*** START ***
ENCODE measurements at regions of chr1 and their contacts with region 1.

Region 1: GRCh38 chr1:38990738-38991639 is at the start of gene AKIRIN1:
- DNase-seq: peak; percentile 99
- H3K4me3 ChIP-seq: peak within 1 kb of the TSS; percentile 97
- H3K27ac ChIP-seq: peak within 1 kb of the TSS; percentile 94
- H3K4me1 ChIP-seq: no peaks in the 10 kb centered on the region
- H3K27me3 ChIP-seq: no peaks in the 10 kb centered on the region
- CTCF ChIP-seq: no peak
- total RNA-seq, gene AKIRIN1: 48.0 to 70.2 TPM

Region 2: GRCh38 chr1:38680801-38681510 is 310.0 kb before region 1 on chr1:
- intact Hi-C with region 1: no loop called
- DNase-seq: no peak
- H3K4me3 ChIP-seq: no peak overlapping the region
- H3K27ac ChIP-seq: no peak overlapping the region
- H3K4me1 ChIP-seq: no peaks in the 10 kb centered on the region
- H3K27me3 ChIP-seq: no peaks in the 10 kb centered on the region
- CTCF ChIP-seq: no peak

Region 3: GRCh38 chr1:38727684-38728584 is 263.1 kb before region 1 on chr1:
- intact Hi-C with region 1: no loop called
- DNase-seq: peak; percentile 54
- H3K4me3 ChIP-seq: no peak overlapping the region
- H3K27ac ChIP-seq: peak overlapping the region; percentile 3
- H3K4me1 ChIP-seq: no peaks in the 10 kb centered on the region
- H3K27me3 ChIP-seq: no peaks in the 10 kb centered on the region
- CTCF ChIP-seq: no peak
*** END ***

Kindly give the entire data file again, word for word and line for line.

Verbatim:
ENCODE measurements at regions of chr1 and their contacts with region 1.

Region 1: GRCh38 chr1:38990738-38991639 is at the start of gene AKIRIN1:
- DNase-seq: peak; percentile 99
- H3K4me3 ChIP-seq: peak within 1 kb of the TSS; percentile 97
- H3K27ac ChIP-seq: peak within 1 kb of the TSS; percentile 94
- H3K4me1 ChIP-seq: no peaks in the 10 kb centered on the region
- H3K27me3 ChIP-seq: no peaks in the 10 kb centered on the region
- CTCF ChIP-seq: no peak
- total RNA-seq, gene AKIRIN1: 48.0 to 70.2 TPM

Region 2: GRCh38 chr1:38680801-38681510 is 310.0 kb before region 1 on chr1:
- intact Hi-C with region 1: no loop called
- DNase-seq: no peak
- H3K4me3 ChIP-seq: no peak overlapping the region
- H3K27ac ChIP-seq: no peak overlapping the region
- H3K4me1 ChIP-seq: no peaks in the 10 kb centered on the region
- H3K27me3 ChIP-seq: no peaks in the 10 kb centered on the region
- CTCF ChIP-seq: no peak

Region 3: GRCh38 chr1:38727684-38728584 is 263.1 kb before region 1 on chr1:
- intact Hi-C with region 1: no loop called
- DNase-seq: peak; percentile 54
- H3K4me3 ChIP-seq: no peak overlapping the region
- H3K27ac ChIP-seq: peak overlapping the region; percentile 3
- H3K4me1 ChIP-seq: no peaks in the 10 kb centered on the region
- H3K27me3 ChIP-seq: no peaks in the 10 kb centered on the region
- CTCF ChIP-seq: no peak